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"Remainder" in real estate refers to the interest or ownership of a property that will pass on to another person (called the "remainderman") after the current owner (called the "life tenant") passes away. Think of it like a relay race where the property is the baton, and the life tenant hands it over to the remainderman when they're no longer around.
Let's say Ms. Smith owns a house and has a life estate. This means she has the right to live in and use the house for her entire life. She decides to name her niece, Jenny, as the remainderman. When Ms. Smith passes away, Jenny will automatically become the owner of the house. The interest that Jenny has in the house while waiting for it to be passed on to her is called the "remainder."
"A Deep Dive for Real Estate Agents"
It's important to note that there are different types of remainders, including vested remainders and contingent remainders. A vested remainder is one that is certain to take effect in the future, while a contingent remainder is one that is dependent on a certain condition being met.
In addition, when creating a remainder interest, it's important to carefully consider the language used in the legal documents to ensure that the intentions of the grantor are clear and legally enforceable.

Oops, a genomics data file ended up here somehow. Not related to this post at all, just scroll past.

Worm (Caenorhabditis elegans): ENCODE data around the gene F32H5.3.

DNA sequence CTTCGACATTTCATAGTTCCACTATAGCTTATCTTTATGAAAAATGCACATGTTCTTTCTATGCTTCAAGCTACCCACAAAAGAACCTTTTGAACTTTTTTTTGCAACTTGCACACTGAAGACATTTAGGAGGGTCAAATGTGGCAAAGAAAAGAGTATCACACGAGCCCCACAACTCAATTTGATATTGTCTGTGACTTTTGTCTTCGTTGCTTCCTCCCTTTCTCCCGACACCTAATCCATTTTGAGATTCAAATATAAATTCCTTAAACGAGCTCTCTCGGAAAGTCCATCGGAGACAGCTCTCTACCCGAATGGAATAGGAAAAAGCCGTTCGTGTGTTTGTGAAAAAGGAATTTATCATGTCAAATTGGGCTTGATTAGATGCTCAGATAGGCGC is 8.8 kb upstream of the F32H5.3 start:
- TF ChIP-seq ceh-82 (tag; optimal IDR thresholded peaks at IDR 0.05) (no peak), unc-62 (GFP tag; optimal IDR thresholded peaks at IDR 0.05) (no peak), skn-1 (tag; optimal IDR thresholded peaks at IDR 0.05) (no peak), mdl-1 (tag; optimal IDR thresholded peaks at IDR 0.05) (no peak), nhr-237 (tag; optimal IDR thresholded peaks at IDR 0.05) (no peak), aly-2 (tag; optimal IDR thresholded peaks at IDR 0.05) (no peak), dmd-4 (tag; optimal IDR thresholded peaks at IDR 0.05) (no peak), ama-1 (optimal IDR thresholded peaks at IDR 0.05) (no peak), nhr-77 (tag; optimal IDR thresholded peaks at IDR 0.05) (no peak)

"Wit & Whimsy with the Dumb Ox: Unlocking Knowledge with Rhyme:"
In the land of estates and homes so grand,
There's a term, my friend, you should understand.
"Remainder," it's called, and here's what it means,
A future gift, wrapped with a bow and some strings.
When someone has a house and their life gets to the end,
The house needs a new owner, a relative or a friend.
The life tenant's time has come to pass,
And the remainderman steps in, ready for the task.
So the house finds a new owner, all nice and neat,
The remainderman's the one who takes the seat.
A life estate, a remainder, these terms may seem odd,
But in the world of real estate, they're as common as a nod.